Genesis doesn't share parallels with the ancient near east?

How would you respond to these claims here: (I actually find Weeks makes some valid points)



http://files1.wts.edu/uploads/images/files/WTJ/Noel%20Weeks%20-%20The%20Ambiguity%20of%20Biblical%20Background.pdf

Can you narrow it down to any specific ones here @Reggie_O_Donoghue? Of course certain Christians are going to reject the ANE. It’s not easy to do but just because its hard to do doesn’t mean we get to ignore it all and just pretend that the Bible is “God’s revelation transcending their time and place, of newness, and of change.”

@Reggie_O_Donoghue, I looked at your links but Weeks paper is 19 pages and assumes a background in the field.
I think there are parallels between Genesis and other ANE texts but I don’t think that necessarily means that Genesis borrowed from them, rather I accept the view that they borrowed from Genesis; or more precisely that Genesis was composed by Moses using older written and oral sources.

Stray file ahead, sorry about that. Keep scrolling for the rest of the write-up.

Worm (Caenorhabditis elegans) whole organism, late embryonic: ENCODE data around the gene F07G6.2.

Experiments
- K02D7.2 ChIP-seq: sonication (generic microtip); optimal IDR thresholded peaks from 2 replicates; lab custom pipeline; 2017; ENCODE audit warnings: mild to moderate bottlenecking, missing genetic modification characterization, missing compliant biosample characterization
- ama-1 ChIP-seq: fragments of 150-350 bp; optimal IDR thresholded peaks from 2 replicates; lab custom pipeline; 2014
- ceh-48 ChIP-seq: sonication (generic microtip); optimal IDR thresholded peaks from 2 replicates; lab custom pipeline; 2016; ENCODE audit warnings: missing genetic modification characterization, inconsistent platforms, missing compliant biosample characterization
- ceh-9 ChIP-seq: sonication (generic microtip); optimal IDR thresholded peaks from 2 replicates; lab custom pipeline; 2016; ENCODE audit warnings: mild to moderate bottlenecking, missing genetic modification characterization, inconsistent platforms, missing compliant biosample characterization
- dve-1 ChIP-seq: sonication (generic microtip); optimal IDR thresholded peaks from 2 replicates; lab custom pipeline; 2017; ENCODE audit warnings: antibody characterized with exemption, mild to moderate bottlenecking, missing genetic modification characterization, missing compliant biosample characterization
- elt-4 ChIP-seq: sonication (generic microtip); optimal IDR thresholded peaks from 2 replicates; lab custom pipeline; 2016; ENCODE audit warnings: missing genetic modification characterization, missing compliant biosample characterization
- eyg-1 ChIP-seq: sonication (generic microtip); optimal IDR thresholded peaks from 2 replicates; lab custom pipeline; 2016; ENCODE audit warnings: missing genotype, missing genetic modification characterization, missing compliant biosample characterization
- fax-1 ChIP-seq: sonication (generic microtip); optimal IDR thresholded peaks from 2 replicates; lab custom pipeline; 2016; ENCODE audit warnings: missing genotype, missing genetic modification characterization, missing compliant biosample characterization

Just as one example the Babylonian flood story has an ark that is cubical and hence unseaworthy while Genesis has an ark of with dimensions that make it very stable and seaworthy. If you assume that one of these is true then it has to the Genesis account since the Babylonian version would have capsized. There are other points of comparison that support Genesis as the correct version.

Weeks main argument is that there is no such thing as a uniform ANE worldview, so we cannot use Babylonian texts to interpret the Bible, assuming they held the same worldview.

I think it is a valid point, and one which ECs should take hold of. But Weeks ignores that there are certain commonalities, or universals between Babylonian, Egyptian, Ugaritic, Hittite, etc texts. For example, people all across the middle east (as well as further afield) believed humans were made from clay, and the heavens were separated from the earth. The former is important (and Todd ignores it) because the Hebrew word for ‘forming’ man, is the same word used for forming a pot from clay. The latter is important for understanding what exactly the Raqia was, since Psalm 104:2’s parallel to day 2 of Genesis 1, compares the heavens to the veil of the tabernacle, i.e. a separating expanse.

There is this article as well. I’d like responses from people on the sections regarding the number seven regarding temple building.

http://files1.wts.edu/uploads/images/files/WTJ/WTJ%20Noel%20Weeks%2078.1.pdf

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